Modern detectives and investigators likely have no idea that the craft they practice was informed and improved by dioramas, created by a woman no less. The creator was no ordinary woman, however.
Considered by many the “mother of forensic science,” Frances Glessner Lee was born in Chicago in 1878. Her father John Jacob Glessner, was a wealthy industrialist, who earned his fortune from the International Harvester Company. She had, by all accounts, an idyllic childhood, and, as was standard for women of her era, did not attend college and married at age 20, eventually starting a family.
Her brother attended Harvard, through whom she met George Burgess Magrath, a Harvard classmate who became the chief medical examiner in Boston. She loved hearing stories of crime, murder, and death, she heard from Magrath, which developed in her a fascination with murder investigation that would last the rest of her life.
In her early 40s she divorced her husband and inherited the family fortune through the deaths of both her father and brother. Finally free to pursue her passions, she became fully immersed in the field of homicide investigation and developed an extensive expertise. She worked with Magrath to fund and establish a Department of Legal Medicine at Harvard, the first of its kind in the country. Along with the school she also funded and organized the groundbreaking Harvard Seminars in Homicide Investigation. Later in her remarkable life she was named a Captain of the New Hampshire State Police, the first woman to achieve the rank in American history.
However, her greatest contributions to the field of forensic science, was a passion project that had an impact far beyond what she could have imagined.
For the seminars at Harvard, she created a series of dioramas to train investigators on how to investigate and solve homicide cases. No ordinary models, her dioramas were meticulously crafted models with working doors, windows, and lights. Each diorama was based on an actual autopsy or murder scene Lee had visited, and the details of each were painstakingly reconstructed down to the blood patterns and condition of the furniture and the surrounding location.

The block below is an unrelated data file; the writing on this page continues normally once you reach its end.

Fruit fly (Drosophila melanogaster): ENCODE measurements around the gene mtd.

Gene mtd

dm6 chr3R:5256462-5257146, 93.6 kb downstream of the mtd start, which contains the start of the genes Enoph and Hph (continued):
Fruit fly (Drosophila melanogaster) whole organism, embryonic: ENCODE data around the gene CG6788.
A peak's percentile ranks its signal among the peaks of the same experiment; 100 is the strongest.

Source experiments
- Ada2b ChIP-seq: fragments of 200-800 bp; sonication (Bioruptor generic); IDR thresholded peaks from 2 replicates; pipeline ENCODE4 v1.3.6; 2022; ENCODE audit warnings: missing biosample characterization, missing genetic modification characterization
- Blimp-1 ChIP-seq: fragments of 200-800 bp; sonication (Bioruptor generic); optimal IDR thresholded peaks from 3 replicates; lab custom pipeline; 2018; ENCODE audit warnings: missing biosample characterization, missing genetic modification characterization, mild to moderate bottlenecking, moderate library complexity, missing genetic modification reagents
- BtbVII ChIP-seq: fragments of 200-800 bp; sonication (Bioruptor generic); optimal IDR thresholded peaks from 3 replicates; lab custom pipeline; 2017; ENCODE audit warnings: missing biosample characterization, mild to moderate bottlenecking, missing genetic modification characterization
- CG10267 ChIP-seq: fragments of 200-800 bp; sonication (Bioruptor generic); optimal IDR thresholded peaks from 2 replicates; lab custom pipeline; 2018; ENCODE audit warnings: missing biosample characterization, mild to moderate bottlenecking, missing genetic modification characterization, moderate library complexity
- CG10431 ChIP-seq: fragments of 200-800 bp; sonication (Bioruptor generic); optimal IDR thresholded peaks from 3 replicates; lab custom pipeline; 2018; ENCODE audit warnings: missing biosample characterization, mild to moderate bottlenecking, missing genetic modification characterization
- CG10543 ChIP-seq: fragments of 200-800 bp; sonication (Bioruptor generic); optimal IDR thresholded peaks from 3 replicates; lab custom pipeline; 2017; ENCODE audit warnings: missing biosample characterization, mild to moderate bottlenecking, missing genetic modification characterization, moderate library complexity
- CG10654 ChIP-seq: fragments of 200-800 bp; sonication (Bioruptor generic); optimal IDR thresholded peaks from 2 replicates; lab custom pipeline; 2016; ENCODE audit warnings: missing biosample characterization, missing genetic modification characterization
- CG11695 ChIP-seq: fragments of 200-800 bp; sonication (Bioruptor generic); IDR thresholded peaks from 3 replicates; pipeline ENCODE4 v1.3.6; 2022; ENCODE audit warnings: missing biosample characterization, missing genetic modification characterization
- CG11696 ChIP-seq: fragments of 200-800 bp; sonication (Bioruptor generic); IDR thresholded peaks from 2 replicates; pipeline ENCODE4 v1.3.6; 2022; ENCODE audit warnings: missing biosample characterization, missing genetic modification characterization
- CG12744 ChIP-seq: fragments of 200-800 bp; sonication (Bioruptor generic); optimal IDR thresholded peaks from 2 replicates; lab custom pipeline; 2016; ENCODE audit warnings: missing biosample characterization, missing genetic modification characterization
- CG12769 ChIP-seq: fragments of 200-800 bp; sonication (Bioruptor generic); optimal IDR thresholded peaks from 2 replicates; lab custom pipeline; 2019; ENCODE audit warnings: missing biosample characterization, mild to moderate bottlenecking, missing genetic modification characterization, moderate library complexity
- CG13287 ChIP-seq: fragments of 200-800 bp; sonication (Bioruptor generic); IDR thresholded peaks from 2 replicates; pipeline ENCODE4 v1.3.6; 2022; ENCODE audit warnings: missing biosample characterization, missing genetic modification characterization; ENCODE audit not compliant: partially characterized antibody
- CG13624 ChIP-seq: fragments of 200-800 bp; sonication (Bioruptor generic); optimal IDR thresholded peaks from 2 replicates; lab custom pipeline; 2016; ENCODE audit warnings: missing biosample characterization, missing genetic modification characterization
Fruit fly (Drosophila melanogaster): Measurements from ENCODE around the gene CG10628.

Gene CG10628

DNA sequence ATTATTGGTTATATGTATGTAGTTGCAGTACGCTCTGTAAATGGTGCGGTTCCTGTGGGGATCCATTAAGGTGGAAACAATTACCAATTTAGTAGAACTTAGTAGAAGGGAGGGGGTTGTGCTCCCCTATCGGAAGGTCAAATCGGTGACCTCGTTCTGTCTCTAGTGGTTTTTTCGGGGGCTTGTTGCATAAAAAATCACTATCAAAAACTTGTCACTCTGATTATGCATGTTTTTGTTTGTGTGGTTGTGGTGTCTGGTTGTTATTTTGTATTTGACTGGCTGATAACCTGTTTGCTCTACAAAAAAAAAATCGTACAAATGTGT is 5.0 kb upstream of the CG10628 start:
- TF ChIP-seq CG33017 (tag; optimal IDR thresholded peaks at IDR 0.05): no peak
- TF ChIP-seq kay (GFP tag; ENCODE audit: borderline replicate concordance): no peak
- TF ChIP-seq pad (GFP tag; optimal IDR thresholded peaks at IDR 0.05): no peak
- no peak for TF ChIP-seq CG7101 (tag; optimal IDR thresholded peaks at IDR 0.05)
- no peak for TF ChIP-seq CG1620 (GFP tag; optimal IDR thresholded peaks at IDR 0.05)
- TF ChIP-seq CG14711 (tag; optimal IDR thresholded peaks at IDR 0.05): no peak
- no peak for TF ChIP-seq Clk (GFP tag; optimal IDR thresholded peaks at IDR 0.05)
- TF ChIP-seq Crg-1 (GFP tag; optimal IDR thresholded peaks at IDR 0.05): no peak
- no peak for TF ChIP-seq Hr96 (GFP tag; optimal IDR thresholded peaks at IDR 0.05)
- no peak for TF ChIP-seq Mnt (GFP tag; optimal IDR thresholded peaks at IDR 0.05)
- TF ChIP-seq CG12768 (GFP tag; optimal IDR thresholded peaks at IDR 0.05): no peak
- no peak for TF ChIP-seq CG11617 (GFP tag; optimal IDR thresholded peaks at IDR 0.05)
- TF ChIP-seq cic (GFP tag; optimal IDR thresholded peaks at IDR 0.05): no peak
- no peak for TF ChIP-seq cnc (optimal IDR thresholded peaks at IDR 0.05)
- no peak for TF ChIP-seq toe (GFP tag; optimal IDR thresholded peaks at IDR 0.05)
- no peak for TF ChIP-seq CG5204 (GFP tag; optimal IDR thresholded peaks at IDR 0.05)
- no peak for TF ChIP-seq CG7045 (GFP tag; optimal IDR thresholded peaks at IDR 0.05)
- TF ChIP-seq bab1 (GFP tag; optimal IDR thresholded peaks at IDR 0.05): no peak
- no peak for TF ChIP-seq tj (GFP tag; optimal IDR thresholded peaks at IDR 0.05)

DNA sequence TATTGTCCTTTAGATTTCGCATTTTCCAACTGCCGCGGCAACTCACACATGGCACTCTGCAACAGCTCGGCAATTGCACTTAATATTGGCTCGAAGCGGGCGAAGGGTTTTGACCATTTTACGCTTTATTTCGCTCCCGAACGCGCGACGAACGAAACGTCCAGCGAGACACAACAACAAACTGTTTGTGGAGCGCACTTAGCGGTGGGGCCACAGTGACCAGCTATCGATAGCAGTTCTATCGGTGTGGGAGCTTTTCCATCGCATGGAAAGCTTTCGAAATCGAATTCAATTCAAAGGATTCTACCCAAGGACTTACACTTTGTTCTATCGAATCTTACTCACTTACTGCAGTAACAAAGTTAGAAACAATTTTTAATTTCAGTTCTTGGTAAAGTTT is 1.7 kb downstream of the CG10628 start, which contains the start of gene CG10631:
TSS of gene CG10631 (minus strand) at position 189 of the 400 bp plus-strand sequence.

Lee completed 20 of the dioramas prior to her death in 1962 and each (except for one “lost” diorama unearth years later) has a solution. The solution for each is often based on small details an investigator could be likely to overlook during an initial review of the scene.
When Harvard shut down the legal medicine program in 1966, the dioramas were loaned to the Maryland Medical Examiner’s Office, where they are still used today to train homicide investigators, a testament to the timeless work Lee undertook.
The dioramas are not on public display, but for six months in late 2017 and early 2018, the dioramas were loaned to the Smithsonian Institution for a special exhibit at the Renwick Gallery of the Smithsonian American Art Museum in Washington, D.C.
The exhibit, Murder Is Her Hobby: Frances Glessner Lee and The Nutshell Studies of Unexplained Death, opened to large crowds eager to see these works for the first time. The exhibit encouraged visitors to see them both as practical tools and works of art. The case notes were displayed with each diorama, just as they are provided to each investigator who studies them.